Saudi Arabia applies spending cap despite oil revenues, says Minister

Saudi Arabia applies spending cap despite oil revenues, says Minister
Minister of Finance Mohammed Al-Jadaan (File/AFP)
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Updated 25 November 2021

Saudi Arabia applies spending cap despite oil revenues, says Minister

Saudi Arabia applies spending cap despite oil revenues, says Minister

RIYADH: Saudi Arabia, which reported last month a surplus in its first quarterly budget surplus since the first quarter of 2019, is applying restraints on spending even as oil prices are trading near multiyear high.

The Saudi Ministry of Finance has started to apply the spending cap regardless of the oil price and revenues, Minister Mohammed Al-Jadaan said at the Financial Stability Conference on Thursday.

The government is working through the financial sustainability program to reduce exposure to external factors, including fluctuations in the oil markets, by adopting financial rules that achieve financial sustainability and sustainable development, which reflects on financial stability, Al-Jadaan said.

These rules adopt new methodologies to determine spending ceilings in the medium term, he said.

The financial rules are based on the estimation of the structural oil revenues that do not only depend on the future expectations, but also on the average real historical revenues for a long period, and the estimation of non-oil revenues as a percentage of non-oil GDP to form together spending ceilings, the minister explained.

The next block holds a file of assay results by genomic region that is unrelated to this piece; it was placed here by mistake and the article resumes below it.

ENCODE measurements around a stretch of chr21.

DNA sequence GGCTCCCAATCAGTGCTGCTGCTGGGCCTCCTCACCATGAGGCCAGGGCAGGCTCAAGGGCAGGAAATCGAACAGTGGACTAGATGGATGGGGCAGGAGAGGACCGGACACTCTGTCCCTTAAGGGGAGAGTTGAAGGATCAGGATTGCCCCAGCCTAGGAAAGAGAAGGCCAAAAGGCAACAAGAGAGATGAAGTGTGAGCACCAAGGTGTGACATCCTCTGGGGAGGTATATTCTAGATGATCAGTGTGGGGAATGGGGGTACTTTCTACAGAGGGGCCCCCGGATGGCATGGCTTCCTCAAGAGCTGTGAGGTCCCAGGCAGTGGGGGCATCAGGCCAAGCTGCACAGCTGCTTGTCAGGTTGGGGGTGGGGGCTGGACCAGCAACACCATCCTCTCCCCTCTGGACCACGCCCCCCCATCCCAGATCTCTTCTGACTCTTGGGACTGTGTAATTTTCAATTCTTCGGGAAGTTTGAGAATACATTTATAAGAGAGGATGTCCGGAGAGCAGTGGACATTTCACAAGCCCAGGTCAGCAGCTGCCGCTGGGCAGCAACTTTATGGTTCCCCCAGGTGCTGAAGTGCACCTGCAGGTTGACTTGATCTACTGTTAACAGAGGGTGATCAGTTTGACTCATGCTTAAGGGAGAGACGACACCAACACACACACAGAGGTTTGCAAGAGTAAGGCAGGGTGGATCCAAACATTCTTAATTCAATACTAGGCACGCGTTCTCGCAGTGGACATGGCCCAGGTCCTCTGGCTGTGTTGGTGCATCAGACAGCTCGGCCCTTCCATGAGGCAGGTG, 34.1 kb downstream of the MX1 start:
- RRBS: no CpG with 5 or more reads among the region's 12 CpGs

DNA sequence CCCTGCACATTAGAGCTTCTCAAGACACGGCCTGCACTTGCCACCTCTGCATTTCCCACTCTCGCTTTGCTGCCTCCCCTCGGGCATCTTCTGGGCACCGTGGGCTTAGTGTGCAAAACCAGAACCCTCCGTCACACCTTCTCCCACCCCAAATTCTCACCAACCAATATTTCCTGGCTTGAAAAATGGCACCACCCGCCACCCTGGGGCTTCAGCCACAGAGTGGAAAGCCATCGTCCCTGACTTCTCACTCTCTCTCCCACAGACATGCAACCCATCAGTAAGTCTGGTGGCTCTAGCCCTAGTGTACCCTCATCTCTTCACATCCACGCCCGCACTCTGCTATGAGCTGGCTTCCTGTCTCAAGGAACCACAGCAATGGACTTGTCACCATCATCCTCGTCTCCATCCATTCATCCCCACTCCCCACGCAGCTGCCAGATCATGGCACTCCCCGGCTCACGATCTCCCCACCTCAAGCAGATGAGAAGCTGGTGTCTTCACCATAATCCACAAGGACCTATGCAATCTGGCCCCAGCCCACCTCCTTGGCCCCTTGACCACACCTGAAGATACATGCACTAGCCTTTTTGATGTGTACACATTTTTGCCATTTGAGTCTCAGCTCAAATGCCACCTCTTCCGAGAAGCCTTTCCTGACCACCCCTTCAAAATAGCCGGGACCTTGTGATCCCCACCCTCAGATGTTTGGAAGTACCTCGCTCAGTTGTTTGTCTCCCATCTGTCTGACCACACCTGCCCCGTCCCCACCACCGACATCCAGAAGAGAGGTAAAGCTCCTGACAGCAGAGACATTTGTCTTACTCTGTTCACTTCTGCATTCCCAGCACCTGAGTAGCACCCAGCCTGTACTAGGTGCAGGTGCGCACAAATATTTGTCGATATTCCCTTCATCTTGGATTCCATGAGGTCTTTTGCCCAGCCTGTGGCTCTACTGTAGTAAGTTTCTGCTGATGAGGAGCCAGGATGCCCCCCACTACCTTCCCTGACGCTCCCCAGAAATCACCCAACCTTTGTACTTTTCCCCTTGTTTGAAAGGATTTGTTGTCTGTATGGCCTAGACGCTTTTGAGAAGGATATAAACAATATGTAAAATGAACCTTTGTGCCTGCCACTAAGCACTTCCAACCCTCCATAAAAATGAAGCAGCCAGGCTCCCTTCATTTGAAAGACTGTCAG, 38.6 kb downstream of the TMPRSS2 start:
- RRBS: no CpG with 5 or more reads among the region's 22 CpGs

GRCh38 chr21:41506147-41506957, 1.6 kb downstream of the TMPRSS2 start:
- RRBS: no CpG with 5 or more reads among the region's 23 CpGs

These rules will limit the fluctuation of spending and its multiple negative results, he said. 

The rules also include minimum and maximum limits for government reserves, so that surpluses are dealt with to enhance government reserves and support development funds and the Public Investment Fund, or pay part of the public debt.

Saudi Arabia has faced no challenges in issuing debt even at the worst time of the COVID-19 pandemic, he said.

The credit rating was important not only for government and government debt, but also for cost reduction, the Saudi Minister said.

Credit rating agency Moody’s has changed early this month the outlook on the Saudi government from negative to stable. The agency predicted the Saudi economy will return to positive growth in 2021, and the current account level will return to a surplus as the fiscal deficit shrinks in 2021, accompanied by a reduction in the level of debt in the medium term.

The Kingdom’s budget turned to a surplus of SR6.68 billion ($1.78 billion) in the third quarter of this year, up from a deficit of SR4.61 billion in the previous quarter, and a deficit of SR41 billion in the third quarter of 2020, the Saudi Ministry of Finance revealed in its latest quarterly report.